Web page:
X.509 certificate matching
const char *name, size_t
namelen, unsigned int flags,
const char *address, size_t
addresslen, unsigned int flags);
const unsigned char *address, size_t
addresslen, unsigned int flags);
const char *address, unsigned int
The certificate matching functions are used to check whether a certificate matches a given hostname, email address, or IP address. The validity of the certificate and its trust level has to be checked by other means.
checks if the certificate Subject Alternative Name (SAN) or Subject
CommonName (CN) matches the specified hostname, which must be encoded in the
preferred name syntax described in section 3.5 of RFC 1034. By default,
wildcards are supported and they match only in the left-most label; they may
match part of that label with an explicit prefix or suffix. For example, by
default, the host name "www.example.com"
would match a certificate with a SAN or CN value of
"*.example.com", "w*.example.com" or
Per section 6.4.2 of RFC 6125,
name values representing international domain names
must be given in A-label form. The namelen argument
must be the number of characters in the name string or zero, in which case
the length is calculated with
When name starts with a dot (e.g.
".example.com"), it will be matched by a certificate valid for any
sub-domain of name; see also
When the certificate is matched and peername
NULL, a pointer to a copy of the matching SAN
or CN from the peer certificate is stored at the address passed in
peername. The application is responsible for freeing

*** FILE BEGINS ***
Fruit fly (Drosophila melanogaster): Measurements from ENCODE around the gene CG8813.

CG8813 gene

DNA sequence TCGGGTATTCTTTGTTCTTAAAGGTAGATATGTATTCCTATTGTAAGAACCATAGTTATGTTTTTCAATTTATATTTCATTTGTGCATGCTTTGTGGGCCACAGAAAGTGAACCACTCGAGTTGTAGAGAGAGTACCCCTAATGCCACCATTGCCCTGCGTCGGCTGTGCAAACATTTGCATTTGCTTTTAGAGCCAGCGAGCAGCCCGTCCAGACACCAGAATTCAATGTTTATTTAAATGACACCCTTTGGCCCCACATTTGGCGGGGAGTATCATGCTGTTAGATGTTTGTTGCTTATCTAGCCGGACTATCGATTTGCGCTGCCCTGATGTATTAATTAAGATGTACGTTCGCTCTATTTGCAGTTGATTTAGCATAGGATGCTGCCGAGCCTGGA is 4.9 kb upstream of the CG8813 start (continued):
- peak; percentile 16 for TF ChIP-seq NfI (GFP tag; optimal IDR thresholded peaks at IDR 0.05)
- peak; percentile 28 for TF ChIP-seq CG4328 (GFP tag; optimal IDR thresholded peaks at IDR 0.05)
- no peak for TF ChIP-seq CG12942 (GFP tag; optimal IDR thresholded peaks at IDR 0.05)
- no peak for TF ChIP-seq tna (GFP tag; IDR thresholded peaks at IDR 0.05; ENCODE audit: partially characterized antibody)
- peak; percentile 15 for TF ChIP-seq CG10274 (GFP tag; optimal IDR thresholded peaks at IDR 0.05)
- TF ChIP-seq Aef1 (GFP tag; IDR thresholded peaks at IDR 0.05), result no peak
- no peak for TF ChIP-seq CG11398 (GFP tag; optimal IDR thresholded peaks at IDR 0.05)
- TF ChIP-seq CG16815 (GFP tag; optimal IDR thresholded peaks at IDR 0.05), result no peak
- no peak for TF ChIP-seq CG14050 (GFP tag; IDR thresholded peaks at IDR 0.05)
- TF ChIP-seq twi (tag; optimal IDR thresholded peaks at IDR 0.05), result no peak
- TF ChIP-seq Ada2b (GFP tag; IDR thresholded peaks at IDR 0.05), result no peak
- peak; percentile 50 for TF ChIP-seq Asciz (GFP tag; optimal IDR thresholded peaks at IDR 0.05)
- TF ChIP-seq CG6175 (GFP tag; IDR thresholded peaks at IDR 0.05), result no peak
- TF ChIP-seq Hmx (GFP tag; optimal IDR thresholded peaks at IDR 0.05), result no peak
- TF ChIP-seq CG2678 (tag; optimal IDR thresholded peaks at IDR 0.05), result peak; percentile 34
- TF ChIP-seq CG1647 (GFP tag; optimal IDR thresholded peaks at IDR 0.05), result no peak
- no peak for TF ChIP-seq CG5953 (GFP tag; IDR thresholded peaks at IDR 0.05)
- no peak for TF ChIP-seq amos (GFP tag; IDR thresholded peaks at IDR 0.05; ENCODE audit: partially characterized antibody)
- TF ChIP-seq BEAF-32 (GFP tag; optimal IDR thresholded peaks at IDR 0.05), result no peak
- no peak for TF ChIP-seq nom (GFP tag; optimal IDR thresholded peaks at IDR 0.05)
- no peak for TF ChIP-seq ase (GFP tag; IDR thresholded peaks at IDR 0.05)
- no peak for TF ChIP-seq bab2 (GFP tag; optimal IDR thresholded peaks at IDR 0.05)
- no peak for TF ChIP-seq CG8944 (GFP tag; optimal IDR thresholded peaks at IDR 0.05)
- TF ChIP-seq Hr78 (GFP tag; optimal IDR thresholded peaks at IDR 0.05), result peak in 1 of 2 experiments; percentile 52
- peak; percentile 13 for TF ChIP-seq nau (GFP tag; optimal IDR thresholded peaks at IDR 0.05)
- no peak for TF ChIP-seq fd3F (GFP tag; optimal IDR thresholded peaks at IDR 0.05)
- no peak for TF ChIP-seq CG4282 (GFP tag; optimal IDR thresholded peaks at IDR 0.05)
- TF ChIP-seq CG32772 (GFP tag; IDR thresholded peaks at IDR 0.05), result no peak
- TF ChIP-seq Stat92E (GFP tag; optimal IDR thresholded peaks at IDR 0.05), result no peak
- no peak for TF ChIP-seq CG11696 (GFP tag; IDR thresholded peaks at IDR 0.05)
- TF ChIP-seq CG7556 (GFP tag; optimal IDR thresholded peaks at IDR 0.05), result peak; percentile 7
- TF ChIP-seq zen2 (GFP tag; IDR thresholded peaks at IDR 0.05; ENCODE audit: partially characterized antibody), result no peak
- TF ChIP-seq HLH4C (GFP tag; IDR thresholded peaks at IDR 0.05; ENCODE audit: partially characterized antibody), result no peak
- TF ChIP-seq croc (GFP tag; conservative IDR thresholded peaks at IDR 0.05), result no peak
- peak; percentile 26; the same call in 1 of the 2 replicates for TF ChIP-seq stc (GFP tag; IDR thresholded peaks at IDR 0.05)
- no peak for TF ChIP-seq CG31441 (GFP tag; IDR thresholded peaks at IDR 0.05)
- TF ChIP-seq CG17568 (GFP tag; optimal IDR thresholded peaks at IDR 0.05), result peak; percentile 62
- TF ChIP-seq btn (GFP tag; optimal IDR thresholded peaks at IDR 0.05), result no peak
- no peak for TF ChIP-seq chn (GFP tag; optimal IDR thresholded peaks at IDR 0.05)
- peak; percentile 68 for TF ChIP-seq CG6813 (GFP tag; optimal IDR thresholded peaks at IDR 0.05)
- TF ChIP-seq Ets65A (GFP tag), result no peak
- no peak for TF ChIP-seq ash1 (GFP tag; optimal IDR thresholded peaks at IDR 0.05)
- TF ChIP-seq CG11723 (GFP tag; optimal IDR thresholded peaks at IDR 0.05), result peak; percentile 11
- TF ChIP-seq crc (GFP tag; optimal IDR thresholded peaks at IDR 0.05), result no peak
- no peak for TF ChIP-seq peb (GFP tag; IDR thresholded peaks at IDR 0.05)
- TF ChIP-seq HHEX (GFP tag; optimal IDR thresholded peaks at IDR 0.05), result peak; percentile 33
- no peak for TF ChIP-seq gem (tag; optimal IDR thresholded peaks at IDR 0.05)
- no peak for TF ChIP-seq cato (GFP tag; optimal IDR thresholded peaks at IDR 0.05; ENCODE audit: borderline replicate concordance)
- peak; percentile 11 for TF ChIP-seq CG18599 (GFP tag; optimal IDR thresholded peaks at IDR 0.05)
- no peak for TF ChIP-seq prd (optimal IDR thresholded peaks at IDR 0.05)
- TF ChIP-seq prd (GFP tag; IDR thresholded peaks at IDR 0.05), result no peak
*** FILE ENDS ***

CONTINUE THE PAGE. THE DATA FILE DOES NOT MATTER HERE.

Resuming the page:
the peername via free(3) when it is no longer needed.
checks if the certificate matches the specified email
address. Only the mailbox syntax of RFC 822 is
supported. Comments are not allowed, and no attempt is made to normalize
quoted characters. The addresslen argument must be the
number of characters in the address string or zero, in which case the length
is calculated with
checks if the certificate matches a specified IPv4 or IPv6 address. The
address array is in binary format, in network byte
order. The length is either 4 (IPv4) or 16 (IPv6). Only explicitly marked
addresses in the certificates are considered; IP addresses stored in DNS
names and Common Names are ignored.
is similar, except that the NUL-terminated string
address is first converted to the internal
The flags argument is usually 0, but it can be the bitwise OR of the following flags.
flag causes the function to consider the subject DN even if the certificate
contains at least one subject alternative name of the right type (DNS name
or email address as appropriate); the default is to ignore the subject DN
when at least one corresponding subject alternative names is present.
The remaining flags are only meaningful for
disables wildcard expansion.
flag suppresses support for "*" as a wildcard pattern in labels
that have a prefix or suffix, such as "www*" or
flag allows a "*" that constitutes the complete label of a DNS
name (e.g. "*.example.com") to match more than one label in
restricts name values which start with ".",
that would otherwise match any sub-domain in the peer certificate, to only
match direct child sub-domains. Thus, for instance, with this flag set a
name of ".example.com" would match a peer
certificate with a DNS name of "www.example.com", but would not
match a peer certificate with a DNS name of
The functions return 1 for a successful match, 0 for a failed match and -1 for an internal error: typically a memory allocation failure or an ASN.1 decoding error.
All functions can also return -2 if the input is malformed. For
X509_check_host() returns -2 if the
provided name contains embedded NUL bytes.
SSL_set1_host(3), X509_EXTENSION_new(3), X509_get1_email(3), X509_new(3), X509_VERIFY_PARAM_set1_host(3)
These functions first appeared in OpenSSL 1.0.2 and have been available since OpenBSD 6.1.